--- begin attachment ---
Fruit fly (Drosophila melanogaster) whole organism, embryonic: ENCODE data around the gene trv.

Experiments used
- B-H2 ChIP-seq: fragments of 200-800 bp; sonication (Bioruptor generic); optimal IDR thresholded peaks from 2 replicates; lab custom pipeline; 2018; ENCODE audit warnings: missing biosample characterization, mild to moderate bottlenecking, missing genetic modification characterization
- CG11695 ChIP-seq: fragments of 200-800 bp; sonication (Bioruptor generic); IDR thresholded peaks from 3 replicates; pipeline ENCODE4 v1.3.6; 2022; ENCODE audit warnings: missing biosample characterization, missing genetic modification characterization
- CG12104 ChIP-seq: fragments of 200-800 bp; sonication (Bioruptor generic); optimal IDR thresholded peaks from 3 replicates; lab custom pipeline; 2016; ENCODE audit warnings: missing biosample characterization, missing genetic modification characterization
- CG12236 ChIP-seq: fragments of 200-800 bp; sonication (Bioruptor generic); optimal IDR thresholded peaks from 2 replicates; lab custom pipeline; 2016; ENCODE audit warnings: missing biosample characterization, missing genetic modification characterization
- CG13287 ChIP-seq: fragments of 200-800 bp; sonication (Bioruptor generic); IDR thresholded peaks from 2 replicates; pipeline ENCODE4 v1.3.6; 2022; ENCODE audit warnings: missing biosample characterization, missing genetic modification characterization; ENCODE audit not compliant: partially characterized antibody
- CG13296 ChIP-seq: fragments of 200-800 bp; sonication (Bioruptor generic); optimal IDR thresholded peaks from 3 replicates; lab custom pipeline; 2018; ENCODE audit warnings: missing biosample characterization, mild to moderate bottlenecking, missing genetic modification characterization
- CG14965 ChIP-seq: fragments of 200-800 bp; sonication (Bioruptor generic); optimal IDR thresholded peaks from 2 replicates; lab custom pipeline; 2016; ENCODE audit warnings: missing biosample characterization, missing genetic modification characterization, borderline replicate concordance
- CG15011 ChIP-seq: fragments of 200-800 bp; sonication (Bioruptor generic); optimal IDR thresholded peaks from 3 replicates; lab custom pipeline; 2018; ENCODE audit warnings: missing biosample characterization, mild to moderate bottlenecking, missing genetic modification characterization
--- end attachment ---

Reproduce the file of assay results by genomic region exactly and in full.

Fruit fly (Drosophila melanogaster) whole organism, embryonic: ENCODE data around the gene trv.

Experiments used
- B-H2 ChIP-seq: fragments of 200-800 bp; sonication (Bioruptor generic); optimal IDR thresholded peaks from 2 replicates; lab custom pipeline; 2018; ENCODE audit warnings: missing biosample characterization, mild to moderate bottlenecking, missing genetic modification characterization
- CG11695 ChIP-seq: fragments of 200-800 bp; sonication (Bioruptor generic); IDR thresholded peaks from 3 replicates; pipeline ENCODE4 v1.3.6; 2022; ENCODE audit warnings: missing biosample characterization, missing genetic modification characterization
- CG12104 ChIP-seq: fragments of 200-800 bp; sonication (Bioruptor generic); optimal IDR thresholded peaks from 3 replicates; lab custom pipeline; 2016; ENCODE audit warnings: missing biosample characterization, missing genetic modification characterization
- CG12236 ChIP-seq: fragments of 200-800 bp; sonication (Bioruptor generic); optimal IDR thresholded peaks from 2 replicates; lab custom pipeline; 2016; ENCODE audit warnings: missing biosample characterization, missing genetic modification characterization
- CG13287 ChIP-seq: fragments of 200-800 bp; sonication (Bioruptor generic); IDR thresholded peaks from 2 replicates; pipeline ENCODE4 v1.3.6; 2022; ENCODE audit warnings: missing biosample characterization, missing genetic modification characterization; ENCODE audit not compliant: partially characterized antibody
- CG13296 ChIP-seq: fragments of 200-800 bp; sonication (Bioruptor generic); optimal IDR thresholded peaks from 3 replicates; lab custom pipeline; 2018; ENCODE audit warnings: missing biosample characterization, mild to moderate bottlenecking, missing genetic modification characterization
- CG14965 ChIP-seq: fragments of 200-800 bp; sonication (Bioruptor generic); optimal IDR thresholded peaks from 2 replicates; lab custom pipeline; 2016; ENCODE audit warnings: missing biosample characterization, missing genetic modification characterization, borderline replicate concordance
- CG15011 ChIP-seq: fragments of 200-800 bp; sonication (Bioruptor generic); optimal IDR thresholded peaks from 3 replicates; lab custom pipeline; 2018; ENCODE audit warnings: missing biosample characterization, mild to moderate bottlenecking, missing genetic modification characterization